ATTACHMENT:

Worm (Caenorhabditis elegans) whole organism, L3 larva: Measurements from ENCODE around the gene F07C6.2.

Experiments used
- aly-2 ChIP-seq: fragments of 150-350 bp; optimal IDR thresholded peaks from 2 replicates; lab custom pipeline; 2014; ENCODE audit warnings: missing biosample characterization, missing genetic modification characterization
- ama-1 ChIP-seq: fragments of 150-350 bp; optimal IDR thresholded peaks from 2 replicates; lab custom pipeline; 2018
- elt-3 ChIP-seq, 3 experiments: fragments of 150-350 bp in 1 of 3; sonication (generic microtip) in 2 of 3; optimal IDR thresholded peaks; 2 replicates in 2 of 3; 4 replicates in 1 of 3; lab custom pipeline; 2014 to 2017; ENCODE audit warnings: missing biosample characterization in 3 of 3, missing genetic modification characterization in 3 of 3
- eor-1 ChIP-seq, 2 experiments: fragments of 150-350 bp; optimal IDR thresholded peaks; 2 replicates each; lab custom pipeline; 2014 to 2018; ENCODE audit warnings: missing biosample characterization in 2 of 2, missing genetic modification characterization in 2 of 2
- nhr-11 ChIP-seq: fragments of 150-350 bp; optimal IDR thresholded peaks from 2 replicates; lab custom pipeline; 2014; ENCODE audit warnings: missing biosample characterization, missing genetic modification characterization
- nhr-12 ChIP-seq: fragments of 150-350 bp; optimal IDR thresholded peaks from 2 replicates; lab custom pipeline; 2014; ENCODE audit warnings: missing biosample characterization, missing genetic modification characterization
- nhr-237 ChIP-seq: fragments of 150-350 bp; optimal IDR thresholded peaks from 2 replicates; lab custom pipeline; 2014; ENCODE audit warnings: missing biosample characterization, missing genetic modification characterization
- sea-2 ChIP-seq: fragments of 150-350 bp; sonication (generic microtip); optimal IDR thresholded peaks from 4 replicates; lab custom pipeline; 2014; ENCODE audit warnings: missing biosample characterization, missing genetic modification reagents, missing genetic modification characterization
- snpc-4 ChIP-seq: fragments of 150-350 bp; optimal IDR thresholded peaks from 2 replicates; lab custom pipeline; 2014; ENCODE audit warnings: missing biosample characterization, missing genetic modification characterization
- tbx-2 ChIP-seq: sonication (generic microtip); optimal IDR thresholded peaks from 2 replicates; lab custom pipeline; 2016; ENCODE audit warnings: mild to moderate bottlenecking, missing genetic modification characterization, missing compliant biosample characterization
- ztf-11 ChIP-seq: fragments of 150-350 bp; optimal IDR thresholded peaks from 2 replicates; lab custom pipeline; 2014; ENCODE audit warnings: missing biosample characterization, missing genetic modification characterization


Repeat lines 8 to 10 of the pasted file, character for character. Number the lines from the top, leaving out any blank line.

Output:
- nhr-12 ChIP-seq: fragments of 150-350 bp; optimal IDR thresholded peaks from 2 replicates; lab custom pipeline; 2014; ENCODE audit warnings: missing biosample characterization, missing genetic modification characterization
- nhr-237 ChIP-seq: fragments of 150-350 bp; optimal IDR thresholded peaks from 2 replicates; lab custom pipeline; 2014; ENCODE audit warnings: missing biosample characterization, missing genetic modification characterization
- sea-2 ChIP-seq: fragments of 150-350 bp; sonication (generic microtip); optimal IDR thresholded peaks from 4 replicates; lab custom pipeline; 2014; ENCODE audit warnings: missing biosample characterization, missing genetic modification reagents, missing genetic modification characterization